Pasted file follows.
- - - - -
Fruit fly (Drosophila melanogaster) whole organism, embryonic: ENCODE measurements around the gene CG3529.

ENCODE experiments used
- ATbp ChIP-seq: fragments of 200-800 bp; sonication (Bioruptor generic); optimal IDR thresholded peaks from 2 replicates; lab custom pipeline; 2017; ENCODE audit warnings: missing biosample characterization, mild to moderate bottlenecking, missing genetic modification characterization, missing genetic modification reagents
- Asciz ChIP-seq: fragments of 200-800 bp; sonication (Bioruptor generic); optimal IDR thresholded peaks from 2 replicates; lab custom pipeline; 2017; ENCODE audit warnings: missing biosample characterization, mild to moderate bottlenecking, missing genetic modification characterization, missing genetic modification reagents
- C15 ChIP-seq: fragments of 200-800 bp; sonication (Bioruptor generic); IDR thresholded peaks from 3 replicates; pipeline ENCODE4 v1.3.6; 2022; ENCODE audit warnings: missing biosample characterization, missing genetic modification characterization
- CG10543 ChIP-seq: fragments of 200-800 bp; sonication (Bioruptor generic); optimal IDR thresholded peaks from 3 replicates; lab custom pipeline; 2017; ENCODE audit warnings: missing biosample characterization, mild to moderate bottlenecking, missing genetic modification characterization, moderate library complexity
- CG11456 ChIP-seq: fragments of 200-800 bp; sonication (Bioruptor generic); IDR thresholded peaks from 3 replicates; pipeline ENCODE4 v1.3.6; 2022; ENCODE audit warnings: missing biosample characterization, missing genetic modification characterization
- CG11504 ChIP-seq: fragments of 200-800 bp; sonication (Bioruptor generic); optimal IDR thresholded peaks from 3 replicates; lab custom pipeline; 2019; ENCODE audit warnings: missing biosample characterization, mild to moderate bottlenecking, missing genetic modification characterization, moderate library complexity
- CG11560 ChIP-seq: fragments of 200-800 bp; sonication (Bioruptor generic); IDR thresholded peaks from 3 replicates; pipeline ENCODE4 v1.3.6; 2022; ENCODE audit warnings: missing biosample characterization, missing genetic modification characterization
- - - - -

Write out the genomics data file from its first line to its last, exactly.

Fruit fly (Drosophila melanogaster) whole organism, embryonic: ENCODE measurements around the gene CG3529.

ENCODE experiments used
- ATbp ChIP-seq: fragments of 200-800 bp; sonication (Bioruptor generic); optimal IDR thresholded peaks from 2 replicates; lab custom pipeline; 2017; ENCODE audit warnings: missing biosample characterization, mild to moderate bottlenecking, missing genetic modification characterization, missing genetic modification reagents
- Asciz ChIP-seq: fragments of 200-800 bp; sonication (Bioruptor generic); optimal IDR thresholded peaks from 2 replicates; lab custom pipeline; 2017; ENCODE audit warnings: missing biosample characterization, mild to moderate bottlenecking, missing genetic modification characterization, missing genetic modification reagents
- C15 ChIP-seq: fragments of 200-800 bp; sonication (Bioruptor generic); IDR thresholded peaks from 3 replicates; pipeline ENCODE4 v1.3.6; 2022; ENCODE audit warnings: missing biosample characterization, missing genetic modification characterization
- CG10543 ChIP-seq: fragments of 200-800 bp; sonication (Bioruptor generic); optimal IDR thresholded peaks from 3 replicates; lab custom pipeline; 2017; ENCODE audit warnings: missing biosample characterization, mild to moderate bottlenecking, missing genetic modification characterization, moderate library complexity
- CG11456 ChIP-seq: fragments of 200-800 bp; sonication (Bioruptor generic); IDR thresholded peaks from 3 replicates; pipeline ENCODE4 v1.3.6; 2022; ENCODE audit warnings: missing biosample characterization, missing genetic modification characterization
- CG11504 ChIP-seq: fragments of 200-800 bp; sonication (Bioruptor generic); optimal IDR thresholded peaks from 3 replicates; lab custom pipeline; 2019; ENCODE audit warnings: missing biosample characterization, mild to moderate bottlenecking, missing genetic modification characterization, moderate library complexity
- CG11560 ChIP-seq: fragments of 200-800 bp; sonication (Bioruptor generic); IDR thresholded peaks from 3 replicates; pipeline ENCODE4 v1.3.6; 2022; ENCODE audit warnings: missing biosample characterization, missing genetic modification characterization